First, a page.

Following a healthy diet plan is essential for enabling the heart to perform at optimal levels. Just like an automobile, the body runs on the fuel we eat and drink. That’s why it’s critical that heart-healthy foods become a constant dietary fixture. If you consume food that’s detrimental to your heart’s ability to function, high-blood pressure, high-cholesterol levels, susceptibility to heart attacks, and other heart-related ailments are more likely to occur.
While it’s always a smart choice to consult a doctor regarding an eating plan that best fits individual needs, following this heart-healthy diet plan will increase your chances of avoiding chronic diseases that affect millions of Americans each year.
When it comes to a heart-healthy diet, the general rule of thumb is to stay away from processed foods as much as possible and to consume natural substances that come directly from the earth. Make the following foods the staples in your diet to keep your heart healthy, strong, and free of disease.
Fruits and Vegetables. Loaded with fiber and healthy nutrients, fruits and vegetables should be a central part of your diet. Local farmer’s markets typically sell the freshest organic produce, although purchasing the frozen variety from grocery stores is a good alternative. When buying canned vegetables, look for “low sodium” on the labels. Heart-healthy vegetables include:
Proteins. Heart-healthy proteins can be found in lean meats and poultry. Fish, such as mackerel, tuna, and salmon are rich in omega-3 fatty acids that have been shown to reduce the risks of chronic heart disease. Additional protein-packed foods include:
- egg whites
- skim milk
- legumes, such as lentils and beans
- soy burgers or patties—a healthy alternative to red meats
Grains. Whole grains are rich in fiber and nutrients that are helpful for lowering blood pressure. Flaxseeds, which also contain omega-3 fatty acids, work to lower cholesterol levels. Whole-wheat flour, 100 percent whole-grain breads, cereal dense in fiber, steel-cut oatmeal, and brown rice can also contribute to a healthy heart.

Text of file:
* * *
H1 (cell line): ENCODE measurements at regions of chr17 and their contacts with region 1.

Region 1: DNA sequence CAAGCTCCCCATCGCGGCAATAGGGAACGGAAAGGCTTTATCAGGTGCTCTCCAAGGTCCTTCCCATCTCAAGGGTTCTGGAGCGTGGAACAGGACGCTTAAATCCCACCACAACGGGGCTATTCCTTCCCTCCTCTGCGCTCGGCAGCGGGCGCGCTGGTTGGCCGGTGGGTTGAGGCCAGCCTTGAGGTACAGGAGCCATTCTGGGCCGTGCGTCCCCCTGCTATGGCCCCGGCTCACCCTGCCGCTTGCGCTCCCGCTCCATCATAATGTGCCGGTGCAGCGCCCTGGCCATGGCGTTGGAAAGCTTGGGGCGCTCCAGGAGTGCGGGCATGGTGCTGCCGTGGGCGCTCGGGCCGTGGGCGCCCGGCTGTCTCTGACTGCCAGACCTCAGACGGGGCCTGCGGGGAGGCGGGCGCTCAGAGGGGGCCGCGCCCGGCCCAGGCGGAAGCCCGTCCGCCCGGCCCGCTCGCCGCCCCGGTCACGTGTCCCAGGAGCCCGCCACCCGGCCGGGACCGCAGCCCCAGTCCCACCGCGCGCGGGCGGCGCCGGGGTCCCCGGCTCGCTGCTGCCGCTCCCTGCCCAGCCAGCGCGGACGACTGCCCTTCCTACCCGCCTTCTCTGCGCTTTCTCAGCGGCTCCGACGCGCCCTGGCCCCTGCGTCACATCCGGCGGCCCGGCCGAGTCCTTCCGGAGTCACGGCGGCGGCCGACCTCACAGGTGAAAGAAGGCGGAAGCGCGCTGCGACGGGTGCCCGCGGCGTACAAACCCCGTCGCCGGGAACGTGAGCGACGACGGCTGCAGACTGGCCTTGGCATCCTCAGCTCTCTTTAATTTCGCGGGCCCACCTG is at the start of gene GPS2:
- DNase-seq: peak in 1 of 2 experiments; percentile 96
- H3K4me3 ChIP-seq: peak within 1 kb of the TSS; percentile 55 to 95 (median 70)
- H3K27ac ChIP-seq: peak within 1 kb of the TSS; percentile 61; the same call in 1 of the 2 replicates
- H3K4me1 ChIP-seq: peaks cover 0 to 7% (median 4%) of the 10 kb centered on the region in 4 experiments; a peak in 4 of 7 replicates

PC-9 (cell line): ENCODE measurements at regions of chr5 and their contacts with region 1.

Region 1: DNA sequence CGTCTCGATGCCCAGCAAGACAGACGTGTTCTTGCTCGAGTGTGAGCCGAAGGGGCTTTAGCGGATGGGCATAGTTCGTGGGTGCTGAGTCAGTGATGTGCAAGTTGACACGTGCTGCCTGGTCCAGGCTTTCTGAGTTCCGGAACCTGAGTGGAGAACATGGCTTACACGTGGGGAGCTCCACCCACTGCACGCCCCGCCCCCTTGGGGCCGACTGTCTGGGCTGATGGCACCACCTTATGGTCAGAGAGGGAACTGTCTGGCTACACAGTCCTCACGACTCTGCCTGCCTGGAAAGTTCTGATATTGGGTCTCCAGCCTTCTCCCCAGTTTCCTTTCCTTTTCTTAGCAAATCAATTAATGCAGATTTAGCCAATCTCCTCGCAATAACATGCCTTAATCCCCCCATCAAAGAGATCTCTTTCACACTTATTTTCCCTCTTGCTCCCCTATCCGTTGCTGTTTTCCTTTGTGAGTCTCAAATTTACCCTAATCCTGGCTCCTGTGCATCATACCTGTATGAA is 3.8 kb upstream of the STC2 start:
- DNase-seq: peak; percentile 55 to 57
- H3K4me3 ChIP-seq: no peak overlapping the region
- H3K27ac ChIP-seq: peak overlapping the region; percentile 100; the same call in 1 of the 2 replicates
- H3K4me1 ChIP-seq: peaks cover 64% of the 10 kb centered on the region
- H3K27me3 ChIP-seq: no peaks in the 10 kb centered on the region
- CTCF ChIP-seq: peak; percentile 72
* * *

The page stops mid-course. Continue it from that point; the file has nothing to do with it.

Wine. Red wine could potentially improve good HDL cholesterol levels. Doctors recommend no more than one glass per day, however.
Foods to Avoid
For a healthy heart, it’s critical to stay away from foods rich in saturated fats, salt, and sugar. Furthermore, consumption of fat should preferably be under 30 percent of the total calories consumed daily.
Some of the foods to avoid include:
Saturated Fats. Foods rich in saturated fats, such as butter, shortening, gravy, and bacon are proven to increase the risk of cardiovascular disease.
Red Meat. Moderation is the key when it comes to eating red meat. Red meats such as pork, lamb, and beef should be consumed no more than a few times per month. These foods are rich in saturated fats, which can cause cholesterol levels to skyrocket.
Sodium. Studies show that sodium may contribute to high blood pressure. This holds especially true for people over the age of 50. Canned soups, which typically appear healthy, are often incredibly high in sodium; look for “reduced sodium” on the labels. Additional foods rich in sodium include:
- soy sauce
- tomato juice
- potato chips
- salty, packaged snacks
Sugars. Sugar can greatly increase the risk of coronary heart disease. Sugar is also linked to high triglyceride levels and high blood pressure. Stay away from foods with high fructose corn syrup or even high levels of natural sugars, including:
- ice cream
- certain types of bread
Check labels to ensure your daily intake of sugar doesn’t exceed around 90 grams per day.
If you have special dietary needs because of a medical condition, be sure to consult with your doctor or a certified nutritionist. You may need to develop a specialized heart-healthy diet plan to suit your needs.